Moonlander with applause-controlled lasers
Lasers: they are fascinating. Seb Lee-Delisle showed us how he took animations outside of the projected screen to kick off Smashing Conference in Oxford, displayed love for the NHS onto their Brighton building during the pandemic and displayed laser fireworks that people could interact with. It's impressive, really, how much even one laser can do, let alone the over 30 in different strengths that he currently owns. Seb had the arcade game Moonlander (I had to look it up) projected on the wall with lasers, so that we could all try and safely land a moon lander by affecting the vehicle's thrust with our applause.
Everyone perceives differently
Anil Seth concluded the day with a talk about perception. Questions about how we perceive the world outside and our own bodies have puzzled philosohopers for millennia. Today, neuroscientists try to confirm through experiments that we don't perceive the world directly, showing some of these philosophers were correct. Sensory input, Anil explained, is constantly processed by our brain—it fills in the gaps based on what it remembers of the past and predicts of the future. Seb's lasers had just demonstrated that: when he made his laser move in a circle, we perceived a static circle, not that movement. Just like a film is really 60 different images per second… our brain causes us to perceive it as a film. Anil drew an interesting parallel between perception (“controlled hallucination”) and halluccination (“uncontrolled perception”). This constant interpretation of input by individual brains implies what Anil calls “perceptual diversity”, everyone perceives differently. In an art installation called Dream Machine, participants' perception is triggered and then recorded in the form of drawings afterwards.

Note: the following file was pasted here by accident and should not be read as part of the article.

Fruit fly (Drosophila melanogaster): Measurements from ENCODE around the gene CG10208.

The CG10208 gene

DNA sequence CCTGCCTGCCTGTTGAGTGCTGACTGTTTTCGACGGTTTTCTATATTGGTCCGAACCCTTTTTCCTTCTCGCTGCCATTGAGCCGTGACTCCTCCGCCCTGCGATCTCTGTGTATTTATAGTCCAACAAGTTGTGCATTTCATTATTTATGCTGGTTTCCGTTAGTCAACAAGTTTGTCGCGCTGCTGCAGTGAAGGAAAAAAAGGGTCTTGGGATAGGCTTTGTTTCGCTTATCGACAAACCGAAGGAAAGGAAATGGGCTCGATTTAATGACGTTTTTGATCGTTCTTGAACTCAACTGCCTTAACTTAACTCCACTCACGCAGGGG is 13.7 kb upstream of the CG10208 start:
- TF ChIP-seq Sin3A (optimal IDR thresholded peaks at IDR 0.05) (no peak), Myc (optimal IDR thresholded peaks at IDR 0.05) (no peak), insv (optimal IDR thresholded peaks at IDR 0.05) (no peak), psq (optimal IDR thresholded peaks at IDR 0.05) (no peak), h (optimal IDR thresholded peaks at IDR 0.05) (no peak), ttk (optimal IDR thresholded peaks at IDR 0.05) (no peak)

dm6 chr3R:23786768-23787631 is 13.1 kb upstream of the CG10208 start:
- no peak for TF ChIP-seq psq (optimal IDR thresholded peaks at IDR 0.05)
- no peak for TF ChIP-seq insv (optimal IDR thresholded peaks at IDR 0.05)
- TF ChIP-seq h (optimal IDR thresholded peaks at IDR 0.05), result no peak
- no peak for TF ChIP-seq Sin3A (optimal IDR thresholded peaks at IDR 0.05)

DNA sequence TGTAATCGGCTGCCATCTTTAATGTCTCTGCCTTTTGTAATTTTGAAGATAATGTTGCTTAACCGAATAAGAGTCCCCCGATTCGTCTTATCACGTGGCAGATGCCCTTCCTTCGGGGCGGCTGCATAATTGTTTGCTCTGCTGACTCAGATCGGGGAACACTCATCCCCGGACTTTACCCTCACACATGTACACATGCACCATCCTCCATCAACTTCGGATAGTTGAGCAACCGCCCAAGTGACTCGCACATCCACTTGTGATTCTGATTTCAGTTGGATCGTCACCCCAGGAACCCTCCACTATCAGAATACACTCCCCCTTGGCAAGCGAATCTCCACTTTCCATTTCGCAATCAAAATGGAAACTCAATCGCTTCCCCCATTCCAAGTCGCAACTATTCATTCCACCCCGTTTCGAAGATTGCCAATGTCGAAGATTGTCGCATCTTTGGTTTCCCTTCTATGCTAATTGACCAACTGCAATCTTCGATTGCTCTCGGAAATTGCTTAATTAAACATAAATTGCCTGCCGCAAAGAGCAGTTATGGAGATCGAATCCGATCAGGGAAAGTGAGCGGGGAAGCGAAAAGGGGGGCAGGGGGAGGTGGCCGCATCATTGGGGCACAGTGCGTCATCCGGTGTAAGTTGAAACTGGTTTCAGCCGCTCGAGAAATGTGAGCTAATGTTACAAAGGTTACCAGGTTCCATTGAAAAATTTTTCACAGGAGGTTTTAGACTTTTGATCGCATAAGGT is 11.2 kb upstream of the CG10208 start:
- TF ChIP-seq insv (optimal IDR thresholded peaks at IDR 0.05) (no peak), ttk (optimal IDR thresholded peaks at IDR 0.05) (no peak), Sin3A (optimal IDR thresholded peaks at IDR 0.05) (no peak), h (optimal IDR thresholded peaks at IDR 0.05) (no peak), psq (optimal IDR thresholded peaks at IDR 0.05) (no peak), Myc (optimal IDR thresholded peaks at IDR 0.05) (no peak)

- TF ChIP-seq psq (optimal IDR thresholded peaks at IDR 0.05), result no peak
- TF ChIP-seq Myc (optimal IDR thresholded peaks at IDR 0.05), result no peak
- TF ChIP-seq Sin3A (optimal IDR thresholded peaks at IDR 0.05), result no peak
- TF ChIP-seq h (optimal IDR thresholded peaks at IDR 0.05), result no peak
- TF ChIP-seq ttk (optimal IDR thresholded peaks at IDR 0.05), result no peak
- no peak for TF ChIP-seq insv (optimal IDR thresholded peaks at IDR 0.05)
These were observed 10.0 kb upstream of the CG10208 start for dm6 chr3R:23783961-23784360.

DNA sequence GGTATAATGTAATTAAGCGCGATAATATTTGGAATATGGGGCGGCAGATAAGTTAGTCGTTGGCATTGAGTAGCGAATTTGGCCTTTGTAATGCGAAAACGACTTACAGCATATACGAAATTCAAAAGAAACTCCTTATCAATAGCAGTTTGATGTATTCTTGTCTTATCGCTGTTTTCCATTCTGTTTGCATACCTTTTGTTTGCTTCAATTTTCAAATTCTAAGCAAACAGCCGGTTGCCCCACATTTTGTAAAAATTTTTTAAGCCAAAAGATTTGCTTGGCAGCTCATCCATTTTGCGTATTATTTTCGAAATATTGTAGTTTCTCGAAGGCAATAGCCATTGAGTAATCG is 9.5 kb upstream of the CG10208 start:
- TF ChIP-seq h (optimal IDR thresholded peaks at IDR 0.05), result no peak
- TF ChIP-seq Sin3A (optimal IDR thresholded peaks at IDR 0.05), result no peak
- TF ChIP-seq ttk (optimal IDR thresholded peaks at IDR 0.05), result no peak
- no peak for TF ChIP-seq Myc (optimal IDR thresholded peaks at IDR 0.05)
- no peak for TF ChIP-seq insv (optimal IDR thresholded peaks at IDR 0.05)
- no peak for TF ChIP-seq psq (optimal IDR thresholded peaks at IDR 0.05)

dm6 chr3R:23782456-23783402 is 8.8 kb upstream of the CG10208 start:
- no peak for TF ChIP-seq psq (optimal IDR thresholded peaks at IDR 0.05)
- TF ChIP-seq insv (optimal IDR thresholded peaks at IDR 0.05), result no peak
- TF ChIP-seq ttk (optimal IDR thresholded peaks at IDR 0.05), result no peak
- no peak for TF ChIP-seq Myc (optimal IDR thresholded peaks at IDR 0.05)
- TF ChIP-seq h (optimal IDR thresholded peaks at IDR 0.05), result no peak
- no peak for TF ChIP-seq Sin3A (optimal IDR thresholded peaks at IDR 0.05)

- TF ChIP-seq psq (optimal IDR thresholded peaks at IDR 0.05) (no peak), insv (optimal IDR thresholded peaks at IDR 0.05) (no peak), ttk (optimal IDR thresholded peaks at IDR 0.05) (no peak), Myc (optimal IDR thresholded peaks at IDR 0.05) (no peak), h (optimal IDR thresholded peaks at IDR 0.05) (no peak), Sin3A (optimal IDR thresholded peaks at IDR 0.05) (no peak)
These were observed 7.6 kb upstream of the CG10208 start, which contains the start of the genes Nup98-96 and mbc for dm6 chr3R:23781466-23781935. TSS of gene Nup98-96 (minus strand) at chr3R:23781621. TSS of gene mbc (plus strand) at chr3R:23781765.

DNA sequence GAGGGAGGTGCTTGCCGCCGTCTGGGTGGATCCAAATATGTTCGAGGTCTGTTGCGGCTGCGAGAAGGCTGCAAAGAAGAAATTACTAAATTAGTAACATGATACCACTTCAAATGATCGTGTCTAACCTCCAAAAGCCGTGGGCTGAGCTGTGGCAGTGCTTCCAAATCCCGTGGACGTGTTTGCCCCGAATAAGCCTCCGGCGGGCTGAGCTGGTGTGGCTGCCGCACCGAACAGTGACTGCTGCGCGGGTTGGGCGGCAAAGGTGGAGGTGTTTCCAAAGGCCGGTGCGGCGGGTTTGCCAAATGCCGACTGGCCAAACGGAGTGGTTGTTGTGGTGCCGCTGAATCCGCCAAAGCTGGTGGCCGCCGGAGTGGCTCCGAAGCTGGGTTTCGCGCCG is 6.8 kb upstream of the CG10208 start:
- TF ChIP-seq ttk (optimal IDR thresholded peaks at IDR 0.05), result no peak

There was a bit of design transformation in each of these talks. We were rightly warned about tech utopianism. Design and technology can't transform everything, yet some speakers shared their plans to transform. They (re)defined what it means to perceive ourselves, collaborate on screens or keep content available over a long stretch of time. Some speakers were right in the process of transforming. They talked about turning a series of penstrokes into art, lasers into fireworks, human experiences into novels and patient data collection into a minimal effort task.
A lot of our work in web design and technology has a power to transform and that is wonderful, especially when we manage to be intentional about the how and why. With that, I'll conclude this write up of the last dConstruct. If it piqued your curiosity, word goes that audio of the full event was recorded. It will be added to the dConstruct Archive in due time. For now, thanks Clearleft for another excellent event.